Taken April 28th, 2009 by The Beertographer
Here's how their website describes Bud American Ale:
Since 1876, we've been brewing Budweiser, the great American lager. This year, we're brewing something new - Budweiser American Ale. Carefully brewed with caramel malted barley from America's heartland, Bud American Ale has a rich, sweet malt character. Our amber ale is also dry-hopped with Cascade hops from the Pacific Northwest for a noticeably citrus aroma. Budweiser American Ale is more than a new taste... it's a whole new tradition! Cheers!
Clearly, AB-InBev (Anheuser-Busch was purchased by Belgian/Brazilian InBev last July) has recognized the impact that the rise of craft beer has had on their sales. And they're not the only ones. The big beer companies seem to be scrambling to do whatever they can to stop beer drinkers from awakening from their light, fizzy lager-induced comas and instead corral any potential 'awakees' into their macrobrewed matrix of faux craft beer. Whether this plan will succeed or backfire remains to be seen.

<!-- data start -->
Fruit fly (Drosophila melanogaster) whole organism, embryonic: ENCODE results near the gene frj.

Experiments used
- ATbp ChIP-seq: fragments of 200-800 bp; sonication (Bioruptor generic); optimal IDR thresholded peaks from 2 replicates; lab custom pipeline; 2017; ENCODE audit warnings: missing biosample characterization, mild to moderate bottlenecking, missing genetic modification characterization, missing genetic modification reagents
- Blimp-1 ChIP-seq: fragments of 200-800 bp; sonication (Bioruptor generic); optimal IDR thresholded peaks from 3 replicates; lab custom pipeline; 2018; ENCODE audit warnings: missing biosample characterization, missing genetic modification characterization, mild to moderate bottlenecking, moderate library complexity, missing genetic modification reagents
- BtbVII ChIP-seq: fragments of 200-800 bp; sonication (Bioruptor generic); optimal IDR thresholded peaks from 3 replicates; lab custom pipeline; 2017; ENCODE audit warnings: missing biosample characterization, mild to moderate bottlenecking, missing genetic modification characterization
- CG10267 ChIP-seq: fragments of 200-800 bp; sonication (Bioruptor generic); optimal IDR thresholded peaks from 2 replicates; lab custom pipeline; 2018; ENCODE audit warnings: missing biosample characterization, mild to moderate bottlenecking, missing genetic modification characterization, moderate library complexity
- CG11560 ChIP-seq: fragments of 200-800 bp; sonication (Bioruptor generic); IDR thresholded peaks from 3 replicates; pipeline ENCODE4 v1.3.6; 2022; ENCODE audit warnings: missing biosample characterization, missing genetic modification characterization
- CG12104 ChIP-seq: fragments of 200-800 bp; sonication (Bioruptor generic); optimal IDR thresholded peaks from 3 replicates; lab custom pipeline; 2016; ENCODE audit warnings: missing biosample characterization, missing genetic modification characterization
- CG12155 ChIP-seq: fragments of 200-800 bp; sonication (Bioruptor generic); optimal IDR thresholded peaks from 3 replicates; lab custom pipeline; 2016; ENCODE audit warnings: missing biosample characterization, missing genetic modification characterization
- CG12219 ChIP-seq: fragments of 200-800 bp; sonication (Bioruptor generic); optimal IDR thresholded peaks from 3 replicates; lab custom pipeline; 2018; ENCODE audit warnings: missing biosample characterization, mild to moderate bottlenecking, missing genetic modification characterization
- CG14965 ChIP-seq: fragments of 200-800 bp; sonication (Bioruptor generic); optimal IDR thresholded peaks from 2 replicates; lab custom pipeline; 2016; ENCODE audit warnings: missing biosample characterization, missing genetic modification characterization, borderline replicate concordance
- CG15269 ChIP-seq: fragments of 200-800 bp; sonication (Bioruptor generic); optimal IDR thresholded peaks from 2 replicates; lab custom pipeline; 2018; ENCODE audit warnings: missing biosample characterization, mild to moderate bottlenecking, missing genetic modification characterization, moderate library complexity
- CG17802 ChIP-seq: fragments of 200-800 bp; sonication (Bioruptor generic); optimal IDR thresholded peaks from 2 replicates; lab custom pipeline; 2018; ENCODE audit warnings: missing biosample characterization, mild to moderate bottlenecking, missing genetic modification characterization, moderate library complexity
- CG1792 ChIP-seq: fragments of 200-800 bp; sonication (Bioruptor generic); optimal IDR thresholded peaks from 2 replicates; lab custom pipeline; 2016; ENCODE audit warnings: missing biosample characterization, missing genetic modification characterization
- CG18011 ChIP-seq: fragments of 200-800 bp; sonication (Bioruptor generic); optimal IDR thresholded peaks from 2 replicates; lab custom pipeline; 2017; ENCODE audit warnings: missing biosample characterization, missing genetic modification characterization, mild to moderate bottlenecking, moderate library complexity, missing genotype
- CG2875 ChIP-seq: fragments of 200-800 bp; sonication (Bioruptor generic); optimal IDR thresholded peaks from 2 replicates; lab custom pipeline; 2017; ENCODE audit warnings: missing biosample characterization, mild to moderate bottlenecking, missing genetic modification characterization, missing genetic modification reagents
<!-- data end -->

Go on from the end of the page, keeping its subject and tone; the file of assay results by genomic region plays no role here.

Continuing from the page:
These new developments in the beer world have created quite an interesting debate: Do any of the politics matter if it tastes good? For some, like me, it does. As demonstrated in the recent documentary film Beer Wars, these larger companies clearly care much more about the marketing of the product than the product itself. So when they see a rise in popularity of beer that actually has a taste, all they see is dollar signs. End rant.
So how does Budweiser American Ale taste? In short: eh. It's definitely an improvement on "The Great American Lager", but it still leaves a lot to be desired. It has a promising dark amber color, and even a slightly hoppy smell. But in reality, it tastes just like a Budweiser that's had some molasses and a few more hops thrown in.
Conclusion: Spend your money on a beer made by someone who cares about what goes into it.